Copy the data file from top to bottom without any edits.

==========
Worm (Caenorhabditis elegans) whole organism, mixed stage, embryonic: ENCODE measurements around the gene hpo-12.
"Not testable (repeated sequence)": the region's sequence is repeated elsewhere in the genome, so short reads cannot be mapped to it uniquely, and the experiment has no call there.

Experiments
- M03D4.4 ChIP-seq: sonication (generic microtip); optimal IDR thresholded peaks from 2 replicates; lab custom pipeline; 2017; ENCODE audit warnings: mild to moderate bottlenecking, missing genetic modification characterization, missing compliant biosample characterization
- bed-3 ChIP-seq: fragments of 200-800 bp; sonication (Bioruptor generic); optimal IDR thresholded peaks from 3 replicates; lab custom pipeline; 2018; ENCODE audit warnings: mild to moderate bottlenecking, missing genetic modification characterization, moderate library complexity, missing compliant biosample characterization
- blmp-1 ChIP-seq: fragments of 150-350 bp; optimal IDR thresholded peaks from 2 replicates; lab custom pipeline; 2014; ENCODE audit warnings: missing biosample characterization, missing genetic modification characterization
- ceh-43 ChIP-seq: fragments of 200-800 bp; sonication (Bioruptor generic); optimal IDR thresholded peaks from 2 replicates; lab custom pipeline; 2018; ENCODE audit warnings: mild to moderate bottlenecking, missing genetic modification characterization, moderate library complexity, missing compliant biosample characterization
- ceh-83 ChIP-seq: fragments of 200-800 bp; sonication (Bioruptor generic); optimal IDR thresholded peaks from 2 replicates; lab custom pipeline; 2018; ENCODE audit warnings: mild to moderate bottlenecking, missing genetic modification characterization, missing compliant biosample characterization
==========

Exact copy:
Worm (Caenorhabditis elegans) whole organism, mixed stage, embryonic: ENCODE measurements around the gene hpo-12.
"Not testable (repeated sequence)": the region's sequence is repeated elsewhere in the genome, so short reads cannot be mapped to it uniquely, and the experiment has no call there.

Experiments
- M03D4.4 ChIP-seq: sonication (generic microtip); optimal IDR thresholded peaks from 2 replicates; lab custom pipeline; 2017; ENCODE audit warnings: mild to moderate bottlenecking, missing genetic modification characterization, missing compliant biosample characterization
- bed-3 ChIP-seq: fragments of 200-800 bp; sonication (Bioruptor generic); optimal IDR thresholded peaks from 3 replicates; lab custom pipeline; 2018; ENCODE audit warnings: mild to moderate bottlenecking, missing genetic modification characterization, moderate library complexity, missing compliant biosample characterization
- blmp-1 ChIP-seq: fragments of 150-350 bp; optimal IDR thresholded peaks from 2 replicates; lab custom pipeline; 2014; ENCODE audit warnings: missing biosample characterization, missing genetic modification characterization
- ceh-43 ChIP-seq: fragments of 200-800 bp; sonication (Bioruptor generic); optimal IDR thresholded peaks from 2 replicates; lab custom pipeline; 2018; ENCODE audit warnings: mild to moderate bottlenecking, missing genetic modification characterization, moderate library complexity, missing compliant biosample characterization
- ceh-83 ChIP-seq: fragments of 200-800 bp; sonication (Bioruptor generic); optimal IDR thresholded peaks from 2 replicates; lab custom pipeline; 2018; ENCODE audit warnings: mild to moderate bottlenecking, missing genetic modification characterization, missing compliant biosample characterization